Part of the Internet acronyms and lingo glossary:

Pagejacking is stealing the contents of a Web site by copying some of its pages, putting them on a site that appears to be the legitimate site, and then inviting people to the illegal site by deceptive means - for example, by having the contents indexed by major search engine s whose results in turn link users to the illegal site. By moving enough of a Web site's content as well as the page descriptor information (known as META information) within each page, pagejackers can then submit the illegal site to major search engines for indexing. Users of the search engine sites may then receive results from both the illegitimate as well as the legitimate site and can easily be misled to link to the wrong one. Users linking to the illegitimate site may find themselves redirected to a pornographic or other unwanted site. As an additional annoyance, users subjected to pagejacking may also encounter mousetrapping , in which clicking the Back button with the mouse does not lead out of the illegal site but only to the viewing of additional unwanted pages. To escape, the user may need to close the browser or even restart the operating system.

Web users who enter Web page addresses (known as URLs ) directly on their Web browser address line, by selecting it from a bookmark, or by clicking on a properly coded link on another site will not be subject to pagejacking. The problem most typically occurs when clicking site descriptions that result from searches at major search engine sites. Although the practice was not new at the time, the New York Times on September 23, 1999, carried a page one story about an Australian company that had pagejacked a number of corporate sites, adding pornographic links or ads, and mousetrapping users. Australian officials were reported to be considering civil or criminal charges and a U.S. Federal judge in Virginia, where the original Internet site registration company is located, ordered the sites to lose their Web registrations.

This was last updated in September 2005
Contributor(s): David Kilgariff
Posted by: Margaret Rouse

Related Terms

Definitions

  • wetware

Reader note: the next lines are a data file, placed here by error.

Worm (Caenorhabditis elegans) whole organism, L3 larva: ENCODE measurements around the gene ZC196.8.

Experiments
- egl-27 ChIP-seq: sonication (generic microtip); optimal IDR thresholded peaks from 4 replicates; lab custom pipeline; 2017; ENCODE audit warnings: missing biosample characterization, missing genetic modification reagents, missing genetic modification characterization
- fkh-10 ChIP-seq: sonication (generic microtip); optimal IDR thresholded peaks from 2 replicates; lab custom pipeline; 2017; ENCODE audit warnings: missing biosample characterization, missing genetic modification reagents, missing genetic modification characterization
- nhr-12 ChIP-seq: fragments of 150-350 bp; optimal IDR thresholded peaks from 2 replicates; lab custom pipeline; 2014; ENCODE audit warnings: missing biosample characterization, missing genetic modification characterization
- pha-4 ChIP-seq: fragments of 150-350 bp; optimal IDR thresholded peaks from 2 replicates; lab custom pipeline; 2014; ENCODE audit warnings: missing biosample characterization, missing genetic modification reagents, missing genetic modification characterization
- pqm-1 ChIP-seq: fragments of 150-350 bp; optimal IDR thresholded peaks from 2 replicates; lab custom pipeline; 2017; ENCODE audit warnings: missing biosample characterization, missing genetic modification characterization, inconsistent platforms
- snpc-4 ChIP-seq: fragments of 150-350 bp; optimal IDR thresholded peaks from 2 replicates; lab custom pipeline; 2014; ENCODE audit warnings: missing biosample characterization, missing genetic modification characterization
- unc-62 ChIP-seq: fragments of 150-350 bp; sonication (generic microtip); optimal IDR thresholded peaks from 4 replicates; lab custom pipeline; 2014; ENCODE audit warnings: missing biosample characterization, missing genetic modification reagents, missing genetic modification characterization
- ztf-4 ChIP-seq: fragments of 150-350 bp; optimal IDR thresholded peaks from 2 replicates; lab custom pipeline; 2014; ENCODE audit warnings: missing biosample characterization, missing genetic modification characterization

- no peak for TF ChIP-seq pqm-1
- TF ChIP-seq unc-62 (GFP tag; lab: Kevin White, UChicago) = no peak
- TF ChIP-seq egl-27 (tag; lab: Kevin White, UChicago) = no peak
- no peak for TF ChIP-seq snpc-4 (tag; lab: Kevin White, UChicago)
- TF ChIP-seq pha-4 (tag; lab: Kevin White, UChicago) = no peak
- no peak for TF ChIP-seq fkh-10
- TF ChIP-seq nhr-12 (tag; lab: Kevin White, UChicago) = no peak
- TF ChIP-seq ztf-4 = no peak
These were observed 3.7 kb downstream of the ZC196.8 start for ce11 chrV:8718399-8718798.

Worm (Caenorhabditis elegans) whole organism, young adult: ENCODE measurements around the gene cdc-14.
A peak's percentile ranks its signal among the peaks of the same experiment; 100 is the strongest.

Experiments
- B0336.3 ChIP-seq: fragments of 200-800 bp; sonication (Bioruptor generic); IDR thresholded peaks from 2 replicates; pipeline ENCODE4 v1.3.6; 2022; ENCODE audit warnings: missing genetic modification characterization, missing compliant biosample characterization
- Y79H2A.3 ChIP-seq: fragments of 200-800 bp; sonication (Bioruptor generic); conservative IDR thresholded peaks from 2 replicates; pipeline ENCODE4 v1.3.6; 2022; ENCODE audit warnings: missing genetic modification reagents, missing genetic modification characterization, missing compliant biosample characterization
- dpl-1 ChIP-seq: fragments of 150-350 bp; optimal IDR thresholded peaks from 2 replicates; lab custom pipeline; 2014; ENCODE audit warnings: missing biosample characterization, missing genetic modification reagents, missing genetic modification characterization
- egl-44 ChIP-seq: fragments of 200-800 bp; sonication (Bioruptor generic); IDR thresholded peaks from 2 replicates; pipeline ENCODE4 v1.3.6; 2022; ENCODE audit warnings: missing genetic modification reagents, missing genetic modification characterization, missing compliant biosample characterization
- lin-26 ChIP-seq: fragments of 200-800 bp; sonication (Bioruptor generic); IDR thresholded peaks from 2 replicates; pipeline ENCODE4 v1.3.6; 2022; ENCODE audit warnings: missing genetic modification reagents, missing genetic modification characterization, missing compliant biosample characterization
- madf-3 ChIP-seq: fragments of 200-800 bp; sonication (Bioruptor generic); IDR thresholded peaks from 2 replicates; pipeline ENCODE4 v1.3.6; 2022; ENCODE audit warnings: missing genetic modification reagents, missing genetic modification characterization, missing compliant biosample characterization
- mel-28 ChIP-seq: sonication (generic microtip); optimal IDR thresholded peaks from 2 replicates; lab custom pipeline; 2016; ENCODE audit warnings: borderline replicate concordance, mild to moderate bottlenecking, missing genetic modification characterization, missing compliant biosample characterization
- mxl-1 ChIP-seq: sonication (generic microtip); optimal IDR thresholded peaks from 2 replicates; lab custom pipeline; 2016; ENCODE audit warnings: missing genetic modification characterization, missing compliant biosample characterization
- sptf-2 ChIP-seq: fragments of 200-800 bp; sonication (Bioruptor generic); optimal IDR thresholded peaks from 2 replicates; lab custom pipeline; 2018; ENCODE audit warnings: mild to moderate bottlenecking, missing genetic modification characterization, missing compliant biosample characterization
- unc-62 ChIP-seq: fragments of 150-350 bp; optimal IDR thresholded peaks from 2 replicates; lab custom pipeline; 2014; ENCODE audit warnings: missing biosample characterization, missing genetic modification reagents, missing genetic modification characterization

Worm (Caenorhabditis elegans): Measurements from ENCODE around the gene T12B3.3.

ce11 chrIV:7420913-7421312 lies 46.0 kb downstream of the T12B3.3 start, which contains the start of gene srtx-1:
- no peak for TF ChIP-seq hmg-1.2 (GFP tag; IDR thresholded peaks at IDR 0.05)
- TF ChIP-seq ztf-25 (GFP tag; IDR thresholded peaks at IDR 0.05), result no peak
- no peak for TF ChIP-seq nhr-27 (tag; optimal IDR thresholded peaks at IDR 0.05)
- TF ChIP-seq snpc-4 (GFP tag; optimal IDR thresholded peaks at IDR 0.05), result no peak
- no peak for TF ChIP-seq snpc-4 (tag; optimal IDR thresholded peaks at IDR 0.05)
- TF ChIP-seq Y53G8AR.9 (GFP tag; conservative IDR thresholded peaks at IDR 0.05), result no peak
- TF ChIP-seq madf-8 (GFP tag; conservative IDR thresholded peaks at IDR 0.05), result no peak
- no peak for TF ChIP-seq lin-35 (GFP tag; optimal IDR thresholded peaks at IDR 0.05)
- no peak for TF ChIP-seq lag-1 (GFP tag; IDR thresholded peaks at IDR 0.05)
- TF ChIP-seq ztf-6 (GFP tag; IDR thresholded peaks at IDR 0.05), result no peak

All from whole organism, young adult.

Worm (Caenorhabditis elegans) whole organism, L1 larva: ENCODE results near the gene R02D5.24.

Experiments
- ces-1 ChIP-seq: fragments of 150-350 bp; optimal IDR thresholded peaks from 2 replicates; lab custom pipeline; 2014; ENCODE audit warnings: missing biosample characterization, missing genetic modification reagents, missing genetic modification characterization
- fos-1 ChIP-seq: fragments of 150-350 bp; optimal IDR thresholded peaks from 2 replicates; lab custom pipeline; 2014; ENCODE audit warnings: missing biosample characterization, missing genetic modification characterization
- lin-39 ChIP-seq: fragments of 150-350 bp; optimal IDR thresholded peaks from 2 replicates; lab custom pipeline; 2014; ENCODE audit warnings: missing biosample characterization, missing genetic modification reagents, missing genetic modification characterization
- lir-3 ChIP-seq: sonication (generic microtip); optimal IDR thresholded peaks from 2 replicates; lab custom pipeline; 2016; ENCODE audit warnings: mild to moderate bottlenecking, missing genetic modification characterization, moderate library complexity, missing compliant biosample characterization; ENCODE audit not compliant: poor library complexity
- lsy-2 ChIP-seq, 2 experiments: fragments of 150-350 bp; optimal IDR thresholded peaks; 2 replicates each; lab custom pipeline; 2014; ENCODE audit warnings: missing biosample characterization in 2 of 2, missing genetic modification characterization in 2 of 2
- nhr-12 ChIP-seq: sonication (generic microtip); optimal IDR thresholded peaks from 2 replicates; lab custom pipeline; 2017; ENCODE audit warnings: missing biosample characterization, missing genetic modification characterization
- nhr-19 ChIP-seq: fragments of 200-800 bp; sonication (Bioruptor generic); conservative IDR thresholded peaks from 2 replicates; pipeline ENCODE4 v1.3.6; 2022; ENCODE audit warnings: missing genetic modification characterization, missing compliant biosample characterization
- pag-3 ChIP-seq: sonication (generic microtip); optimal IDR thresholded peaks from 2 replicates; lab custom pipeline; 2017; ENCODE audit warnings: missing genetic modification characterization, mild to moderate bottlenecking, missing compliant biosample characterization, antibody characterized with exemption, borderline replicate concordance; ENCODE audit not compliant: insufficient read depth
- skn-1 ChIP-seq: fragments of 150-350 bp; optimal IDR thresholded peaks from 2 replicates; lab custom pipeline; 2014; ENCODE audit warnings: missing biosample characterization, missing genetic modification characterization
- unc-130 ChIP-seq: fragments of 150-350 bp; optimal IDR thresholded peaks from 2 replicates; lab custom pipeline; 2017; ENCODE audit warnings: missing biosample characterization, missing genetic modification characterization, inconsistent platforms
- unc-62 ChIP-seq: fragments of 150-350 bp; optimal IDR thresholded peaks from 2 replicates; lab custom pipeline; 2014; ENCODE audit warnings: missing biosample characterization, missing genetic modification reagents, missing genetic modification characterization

- Wetware refers to programmers, developers, systems administrators, cloud and IT architects and other employees that directly affect how servers, applications, networks and the rest of an IT system ... (SearchDataCenter.com)

  • dot-com bubble

    - The dot-com bubble, also referred to as the Internet bubble, refers to the period between 1995 and 2000 when investors pumped money into Internet-based startups in the hopes that these fledgling co... (SearchCIO.com)

  • information superhighway (infobahn)

    - Information superhighway is a term that was used mainly in the 1990s to describe a national communications network that would span the United States and allow Americans to quickly access and exchan... (SearchCIO.com)

Glossaries

  • Internet acronyms and lingo

    - Terms related to Internet acronyms and lingo, including slang definitions and jargon about texting, Twitter and other social networking sites.

  • Internet applications

    - This WhatIs.com glossary contains terms related to Internet applications, including definitions about Software as a Service (SaaS) delivery models and words and phrases about web sites, e-commerce ...

Ask a Question. Find an Answer.Powered by ITKnowledgeExchange.com

Ask An IT Question

Get answers from your peers on your most technical challenges

Ask Question
  • Is page jacking useful in SEO?

    Reactive, Page jacking would be considered a black hat search engine optimization technique. It refers to copying content or source code from another site and placing it on another site in order to...

Tech TalkComment

Share
Comments

    Results

    Contribute to the conversation

    All fields are required. Comments will appear at the bottom of the article.